Photography, Fine Art, Wet Plate Collodion, Alternative photography

Posts Tagged ‘density of silver

Transportable darkroom for Wet Plate Collodion Process

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I’m a beginner in Wet Plate Collodion process and I was blogging about a workshop that I took in Serbia (link). When I came home I was trying to make a good picture, but without success. I mean I’ve made this portrait, but you see the picture only because I scanned it and corrected the contrast and curves. Mišo Keskenović was telling me that my collodion is young and therefore lacking contrast. I knew it’s not only young collodion, but I didn’t had a constant working conditions, results were everywhere from bad ones to un-recognizible ones. But now I made myself a darkroom I can use on the field. I bought second hand Fujifilm darkroom and cut two holes in it and made a hood for it. It’s tight, but it works perfectly. Well I’ll try it out tomorrow outside, but it will work for sure.

Today I’ve made a tests trying to establish a correct exposure. I reckoned that I was overexposing my shots and then cutting the developing time and I had correct density of silver, but it was so uncontrasty the motif was barely recognizable. Now I decided to establish the correct exposure with studio flash, so I will have constant light during the test. First I tried on an old and dirty tinplate and I cut down exposure. Immediately I noticed it’s underexposed but with nice contrast. On the next tintype plate I spread collodion perfectly and illuminated it with four flash bursts of 1500Ws each. The result above is as you see it. No postproduction with curves and stuff. Actually if you see it live, it’s amazing, because you’re looking at pure silver and the image is incredibly sharp. Really! You can not get the sharpness like that with any Hasselblad, because the lens is projecting directly on the tintype without any interference of film negative. Of course just dead center is razor sharp.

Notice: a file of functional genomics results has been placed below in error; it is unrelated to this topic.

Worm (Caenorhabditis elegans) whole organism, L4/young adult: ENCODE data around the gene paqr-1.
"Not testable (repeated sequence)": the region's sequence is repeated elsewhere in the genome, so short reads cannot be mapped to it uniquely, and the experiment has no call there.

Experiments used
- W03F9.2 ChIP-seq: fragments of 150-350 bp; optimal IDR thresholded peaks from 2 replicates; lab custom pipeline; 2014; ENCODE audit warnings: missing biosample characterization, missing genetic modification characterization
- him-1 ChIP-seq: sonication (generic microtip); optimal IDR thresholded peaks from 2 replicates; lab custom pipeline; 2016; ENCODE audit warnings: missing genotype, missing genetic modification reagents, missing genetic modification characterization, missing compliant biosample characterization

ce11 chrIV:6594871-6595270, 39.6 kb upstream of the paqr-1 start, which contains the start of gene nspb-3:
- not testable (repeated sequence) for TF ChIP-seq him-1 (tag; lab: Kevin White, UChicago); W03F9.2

My estimation is that if I set f/11 on my Kodak Folding Brownie the exposure time should be somewhere like a light meter would be set at aperture f/32, ISO 25. I will try my theory tomorrow and I’ll post the result. My collodion is now three weeks old. If it’s 1-3 months old it gives best results, but the exposure time is prolonged with aging of collodion. And apparently wet plate collodion is most sensitive on UV light, so reading with conventional lightmeter is only an estimate. FUN!

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Written by Borut Peterlin

13 December, 2011 at 00:15